development, enforcement and compliance monitoring, administration, policy, planning and evaluation, and external affairs. a general counsel and inspector general office round out the basic organization. epa is a largely decentralized operation because environmental protection under our present laws requires that a major part of the job be done by the states. epa staff has to work closely with state environmental protection organizations to get the job done. there are ten regional headquarters housing staff responsible for the major regulatory programs in boston, new york city, philadelphia, atlanta, chicago, dallas, kansas city, denver, san francisco, and seattle.
the scientific work takes place in laboratories across the country. air pollution work takes place in raleigh, durham, north carolina. toxicology and industrial engineering in cincinnati. groundwater research in oklahoma. pesticide biology in florida, ecosystem research in oregon. this scientific effort is essential to meeting environmental challenges that still lie ahead. we need to know a lot more about how toxic substances behave in the environment and what effects various exposure levels have on human health and the environment. this knowledge would help us control risks from these sub stan stances without sacrificing benefits from technologies that produce them. we need information on long range transport of pollutants through the air. acid rain is an example of this
kind of transport. we must do better at tracking flow of pollutants through the environment. much of our pollution control apparatus was designed with one environmental medium, air or water or land in mind. pollutants can cross between media and present risks in the new state as well. we clean the water but produce millions of tons of sewage sludge a year. we could incinerate sludge but at what cost to the purity of the air? new and creative technologies are needed, and epa has been a pioneer in developing these. fluidized bed combustion that reduces sulphur emissions from coal burning is one example. another, the blue goose, block long mobile incinerator, a product of epa's research facility at edison, new jersey. it uses intense heat to eliminate much of the toxicity
of hazardous waste. epa has also helped develop new sewage treatment technology and new ways of preventing contamination of groundwater by leaking hazardous waste dumps. the work of the people of epa and thousands of colleagues in environmental protection has been rewarded by the marked response of the natural environment. there's fishing and water recreation again on many major rivers and bays in places many thought were dead forever. we have improved water quality on 47,000 miles of streams since 1972. lake erie did not die. over 22,000 acres on the new jersey shore have been reopened for shell fishing. there are fish in the trinity river at dallas. a stretch once written off as a permanent sewer.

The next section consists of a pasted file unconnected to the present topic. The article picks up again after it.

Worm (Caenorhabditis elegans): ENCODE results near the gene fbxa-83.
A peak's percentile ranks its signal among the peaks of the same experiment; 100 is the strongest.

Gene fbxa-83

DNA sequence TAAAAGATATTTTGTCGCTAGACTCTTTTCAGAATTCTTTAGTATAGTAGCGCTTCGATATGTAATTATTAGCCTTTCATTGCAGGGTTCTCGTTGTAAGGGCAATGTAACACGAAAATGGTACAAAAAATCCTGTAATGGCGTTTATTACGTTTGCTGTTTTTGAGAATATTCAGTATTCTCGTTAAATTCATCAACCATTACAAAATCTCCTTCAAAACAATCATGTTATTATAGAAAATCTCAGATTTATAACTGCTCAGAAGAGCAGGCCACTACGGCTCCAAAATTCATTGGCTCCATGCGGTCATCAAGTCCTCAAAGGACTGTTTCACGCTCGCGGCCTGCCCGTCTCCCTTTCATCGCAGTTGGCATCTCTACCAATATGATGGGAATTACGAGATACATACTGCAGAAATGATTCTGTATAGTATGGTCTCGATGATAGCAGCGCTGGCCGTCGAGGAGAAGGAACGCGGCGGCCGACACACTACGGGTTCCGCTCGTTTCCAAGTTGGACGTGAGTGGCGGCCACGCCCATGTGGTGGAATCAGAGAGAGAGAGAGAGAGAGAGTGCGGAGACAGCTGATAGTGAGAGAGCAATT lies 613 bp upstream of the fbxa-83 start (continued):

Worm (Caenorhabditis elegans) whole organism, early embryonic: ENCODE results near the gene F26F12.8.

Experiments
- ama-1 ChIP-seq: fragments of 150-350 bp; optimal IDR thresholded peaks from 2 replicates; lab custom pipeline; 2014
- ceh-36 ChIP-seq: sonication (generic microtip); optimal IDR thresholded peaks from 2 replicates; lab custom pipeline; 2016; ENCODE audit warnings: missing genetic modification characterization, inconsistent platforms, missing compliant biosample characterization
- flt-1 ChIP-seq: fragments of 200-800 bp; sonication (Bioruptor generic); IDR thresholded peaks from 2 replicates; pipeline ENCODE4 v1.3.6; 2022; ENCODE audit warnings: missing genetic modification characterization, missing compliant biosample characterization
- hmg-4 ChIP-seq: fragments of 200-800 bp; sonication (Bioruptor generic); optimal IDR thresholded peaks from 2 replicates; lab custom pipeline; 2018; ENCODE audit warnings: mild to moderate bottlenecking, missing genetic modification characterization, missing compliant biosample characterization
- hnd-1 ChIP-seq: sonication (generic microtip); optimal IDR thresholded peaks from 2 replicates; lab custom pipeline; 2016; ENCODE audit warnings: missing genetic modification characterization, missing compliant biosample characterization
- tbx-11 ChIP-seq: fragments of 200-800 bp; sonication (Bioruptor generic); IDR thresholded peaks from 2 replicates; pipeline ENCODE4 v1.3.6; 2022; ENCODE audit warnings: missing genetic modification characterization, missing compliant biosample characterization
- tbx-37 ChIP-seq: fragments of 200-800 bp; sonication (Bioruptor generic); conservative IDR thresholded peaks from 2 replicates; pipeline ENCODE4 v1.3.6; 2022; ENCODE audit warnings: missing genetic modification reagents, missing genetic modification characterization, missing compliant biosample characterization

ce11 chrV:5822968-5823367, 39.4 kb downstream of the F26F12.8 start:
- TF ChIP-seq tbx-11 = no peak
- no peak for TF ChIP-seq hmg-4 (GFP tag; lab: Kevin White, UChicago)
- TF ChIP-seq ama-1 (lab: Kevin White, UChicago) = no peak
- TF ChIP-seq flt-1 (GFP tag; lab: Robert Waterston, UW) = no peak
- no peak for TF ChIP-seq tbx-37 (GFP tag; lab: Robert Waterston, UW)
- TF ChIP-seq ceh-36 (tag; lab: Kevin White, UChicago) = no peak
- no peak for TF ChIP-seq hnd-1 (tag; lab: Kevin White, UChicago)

the most symbolic achievement of all has been return of the bald eagle. endangered populations of the national bird have come back more quickly than expected. scientific evidence shows that the eagles are flying again, largely because of a ban on ddt. new problems have taken the place of the old ones, and each program at epa confronts a fresh set of tasks. the air program is developing a strategy for noncompliance in the air. it is shifting attention to inhalable particulates, tiny fragments that cause the most significant health effects, and to dealing with changing energy sources such as wood burning furnaces. the control of toxic substances is a problem, as does a workable
solution done bias i dy acid ra. the task of issuing guidelines, rules that tell industrial sources what concentrations they can allow to flow into surface waters. the construction grants program continues. but plans are being made to turn this responsibility over to the states. emphasis at epa turned to ensuring the plants are run properly. new emphasis is being placed on protection of the nation's groundwater resources and on ensuring all americans will be able to drink pure water into the indefinite future. finally we are starting to realize that the goals of the clean water act will not be fully met unless we deal with polluting training from farms and cities. this many nonpoint source pollution is responsible for half the water quality problem in some areas.
the water office is working with land owners and other government agencies to handle the problem. epa solid waste programs are relatively new. the problems are old and will take a long time to solve. 6 billion tons of solid and hazardous waste are produced in the united states each year and deciding what to do with this mass or better yet how to reduce it will not be easy. we have made a good start. regulations governing treatment, storage and disposal of hazardous waste are now in place. we have also moved forward against the problems arising from inactive sites under our super fund authority. epa and the states have almost completed the inventory of potentially hazardous sites. the complex process of determining what to do at